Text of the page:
A computer’s BIOS holds a set of low-level instructions that execute before the boot loader to detect and initialise the computer’s hardware components.
There are various types of BIOS, depending on motherboard and manufacturer, but according to 360, BMW only infects Award BIOS versions produced by Phoenix Technologies.
The malware adds a BIOS module called HOOK.ROM, which determines if malicious code has been erased from the MBR and restores it if necessary.
The MBR instructions serve a similar purpose. They check to see if certain Windows files are still infected before the operating system starts and reinfects them if they’re not.
Thus, the BIOS hook and MBR code restore the rootkit at every reboot. Ultimately malicious code is added to winlogon.exe on Windows XP and Windows Server 2003, and to wininit.exe on Windows Vista and Windows 7.
BIOS malware is very rare, which makes BMW an interesting find, however hooking BIOS for malicious purposes is not a new concept. One of the first attempts to put it into practice was in 1999 with the CIH virus that ended up damaging infected systems.
Fortunately, because of hardware diversity users don’t need to worry about this type of malware becoming widespread. BIOS flashing is so different from one motherboard manufacturer to another that it is almost impossible to develop code that does it reliably on the majority of systems.
It’s worth pointing out that motherboards are not the only devices whose firmware can be infected by malware. Certain home routers have also been targeted by trojans in the past and have even been joined together in botnets.
The company’s assertion came after a massive theft of more than 500 SSL (secure socket layer) certificates, including several that could be used to impersonate Microsoft’s update services, was revealed by Dutch authorities and several other affected developers.
“Attackers are not able to leverage a fraudulent Windows Update certificate to install malware via the Windows Update servers,” said Jonathan Ness, an engineer with the Microsoft Security Response Center (MSRC), in a Sunday blog post. “The Windows Update client will only install binary payloads signed by the actual Microsoft root certificate, which is issued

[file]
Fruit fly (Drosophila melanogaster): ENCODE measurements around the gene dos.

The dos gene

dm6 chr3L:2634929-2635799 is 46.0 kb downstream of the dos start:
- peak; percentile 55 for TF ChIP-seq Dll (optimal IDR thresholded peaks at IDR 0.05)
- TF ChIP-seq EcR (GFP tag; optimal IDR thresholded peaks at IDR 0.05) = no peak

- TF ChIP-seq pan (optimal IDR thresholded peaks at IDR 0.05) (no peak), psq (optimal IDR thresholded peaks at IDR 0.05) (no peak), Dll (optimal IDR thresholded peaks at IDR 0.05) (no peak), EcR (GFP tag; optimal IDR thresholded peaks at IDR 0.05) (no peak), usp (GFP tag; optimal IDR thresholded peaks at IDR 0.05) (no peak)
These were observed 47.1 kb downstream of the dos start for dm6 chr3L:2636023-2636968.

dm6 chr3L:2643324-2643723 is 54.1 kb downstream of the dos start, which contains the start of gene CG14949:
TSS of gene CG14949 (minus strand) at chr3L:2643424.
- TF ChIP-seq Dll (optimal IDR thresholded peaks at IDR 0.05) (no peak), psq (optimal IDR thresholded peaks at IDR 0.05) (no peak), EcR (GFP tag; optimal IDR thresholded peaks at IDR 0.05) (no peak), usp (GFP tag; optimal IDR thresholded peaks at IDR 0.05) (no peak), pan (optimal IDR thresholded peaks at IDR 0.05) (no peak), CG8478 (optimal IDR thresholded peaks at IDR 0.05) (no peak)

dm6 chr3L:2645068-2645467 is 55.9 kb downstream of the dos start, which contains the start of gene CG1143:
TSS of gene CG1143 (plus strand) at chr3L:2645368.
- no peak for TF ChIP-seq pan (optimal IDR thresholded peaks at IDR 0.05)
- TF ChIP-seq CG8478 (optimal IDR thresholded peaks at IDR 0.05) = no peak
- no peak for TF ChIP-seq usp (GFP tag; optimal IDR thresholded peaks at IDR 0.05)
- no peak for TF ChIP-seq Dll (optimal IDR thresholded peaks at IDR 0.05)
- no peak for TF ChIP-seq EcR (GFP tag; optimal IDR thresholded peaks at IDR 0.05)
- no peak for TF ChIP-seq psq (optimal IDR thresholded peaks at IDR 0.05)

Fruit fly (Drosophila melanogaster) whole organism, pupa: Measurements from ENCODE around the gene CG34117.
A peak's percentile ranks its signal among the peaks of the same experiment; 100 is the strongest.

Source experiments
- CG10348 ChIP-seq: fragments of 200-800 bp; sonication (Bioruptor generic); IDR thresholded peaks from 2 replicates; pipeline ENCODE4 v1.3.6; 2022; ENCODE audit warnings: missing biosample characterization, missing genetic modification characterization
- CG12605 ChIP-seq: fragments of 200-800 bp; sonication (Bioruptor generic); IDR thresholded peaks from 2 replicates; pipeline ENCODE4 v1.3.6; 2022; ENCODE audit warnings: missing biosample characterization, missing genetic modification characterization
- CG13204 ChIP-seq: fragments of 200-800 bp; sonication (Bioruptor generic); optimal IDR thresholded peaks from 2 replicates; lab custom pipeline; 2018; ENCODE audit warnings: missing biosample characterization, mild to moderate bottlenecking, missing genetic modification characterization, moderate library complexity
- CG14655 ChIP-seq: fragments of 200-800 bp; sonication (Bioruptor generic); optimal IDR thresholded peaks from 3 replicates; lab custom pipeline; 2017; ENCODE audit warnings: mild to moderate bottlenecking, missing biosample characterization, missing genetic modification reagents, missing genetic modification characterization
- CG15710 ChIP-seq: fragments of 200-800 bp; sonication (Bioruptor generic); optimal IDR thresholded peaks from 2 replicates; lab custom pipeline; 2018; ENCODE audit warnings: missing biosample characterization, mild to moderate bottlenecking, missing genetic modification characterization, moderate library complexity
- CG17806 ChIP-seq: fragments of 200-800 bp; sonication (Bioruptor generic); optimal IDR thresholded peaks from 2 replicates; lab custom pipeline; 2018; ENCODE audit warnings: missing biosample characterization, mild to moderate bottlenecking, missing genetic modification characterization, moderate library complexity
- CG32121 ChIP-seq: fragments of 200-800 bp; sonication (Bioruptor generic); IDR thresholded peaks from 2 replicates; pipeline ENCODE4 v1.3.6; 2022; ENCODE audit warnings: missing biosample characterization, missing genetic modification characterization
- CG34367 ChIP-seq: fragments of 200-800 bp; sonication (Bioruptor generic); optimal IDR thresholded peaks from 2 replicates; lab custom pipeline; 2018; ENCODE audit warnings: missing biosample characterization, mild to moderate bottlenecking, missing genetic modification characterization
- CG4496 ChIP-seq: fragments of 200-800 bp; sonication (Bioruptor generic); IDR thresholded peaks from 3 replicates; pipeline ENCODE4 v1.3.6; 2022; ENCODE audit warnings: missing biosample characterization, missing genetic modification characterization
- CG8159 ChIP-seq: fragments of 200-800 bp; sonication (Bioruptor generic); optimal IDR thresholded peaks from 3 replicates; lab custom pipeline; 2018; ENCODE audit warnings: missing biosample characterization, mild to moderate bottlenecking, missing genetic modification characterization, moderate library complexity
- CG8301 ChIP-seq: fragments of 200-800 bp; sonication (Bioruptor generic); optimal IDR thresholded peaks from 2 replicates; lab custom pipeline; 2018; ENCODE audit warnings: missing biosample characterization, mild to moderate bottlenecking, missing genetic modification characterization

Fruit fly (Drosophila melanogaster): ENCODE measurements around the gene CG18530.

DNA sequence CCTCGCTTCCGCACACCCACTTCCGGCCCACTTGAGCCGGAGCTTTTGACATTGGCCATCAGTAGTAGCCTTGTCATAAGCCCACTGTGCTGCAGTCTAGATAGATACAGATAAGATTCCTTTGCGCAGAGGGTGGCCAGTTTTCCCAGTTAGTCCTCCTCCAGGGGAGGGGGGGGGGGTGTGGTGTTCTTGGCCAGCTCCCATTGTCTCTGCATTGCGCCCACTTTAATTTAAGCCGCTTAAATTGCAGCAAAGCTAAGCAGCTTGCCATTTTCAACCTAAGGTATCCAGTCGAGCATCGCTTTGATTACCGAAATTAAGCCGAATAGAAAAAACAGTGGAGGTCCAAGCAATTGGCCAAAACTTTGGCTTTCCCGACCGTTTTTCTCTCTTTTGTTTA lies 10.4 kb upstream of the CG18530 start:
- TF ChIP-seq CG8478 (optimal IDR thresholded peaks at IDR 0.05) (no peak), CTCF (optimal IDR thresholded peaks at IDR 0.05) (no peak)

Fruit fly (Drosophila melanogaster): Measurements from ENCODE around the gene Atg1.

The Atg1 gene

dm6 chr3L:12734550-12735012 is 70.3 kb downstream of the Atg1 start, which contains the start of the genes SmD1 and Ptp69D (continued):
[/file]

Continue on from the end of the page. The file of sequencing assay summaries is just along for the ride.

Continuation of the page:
and secured by Microsoft.”
Seven of the 531 certificates now known to have been fraudulently obtained by hackers in July were for the domains update.microsoft.com and windowsupdate.com, while another six were for *.microsoft.com.
According to Microsoft, the certificates issued for windowsupdate.com couldn’t be used by attackers because the company no longer uses that domain. (Windows Update is now at windowsupdate.microsoft.com..) However, those for update.microsoft.com — the domain for Microsoft Update — and the wildcard *.microsoft.com could be.
As Ness said, updates delivered via Microsoft’s services are signed with a separate certificate that’s closely held by the company.
The part of the site has been taken down, and instead delivers a statement from the company about the intrusion.
Nokia said that during its ongoing investigation of the incident, it discovered that a database table containing e-mail addresses of developer forum members was accessed, by exploiting a vulnerability in the bulletin board software that allowed an SQL injection attack.
“Initially we believed that only a small number of these forum member records had been accessed, but further investigation has identified that the number is significantly larger,” the statement said.
Nokia did not specify when the site was hacked, though it is likely to have happened last week, according to some reports.
The database table records includes members’ e-mail addresses and, for fewer than 7% who chose to include them in their public profile, either birth dates, homepage URL (uniform resource locator) or usernames for AIM, ICQ, MSN, Skype or Yahoo services. Sensitive information such as passwords and credit cards details were not compromised, and the potential fallout of the hack is likely to be limited to unsolicited mail, Nokia said.
After addressing the initial vulnerability, Nokia said it took the developer community website offline as a precautionary measure, while it conducts further investigations and security assessments. The developer community section was still down on Tuesday.
Soon after the hack, visitors to the community pages were taken to a third-party web page containing an image of Homer Simpson, the character from the TV series The Simpsons, and a message, warning the company to patch its security holes, according to reports.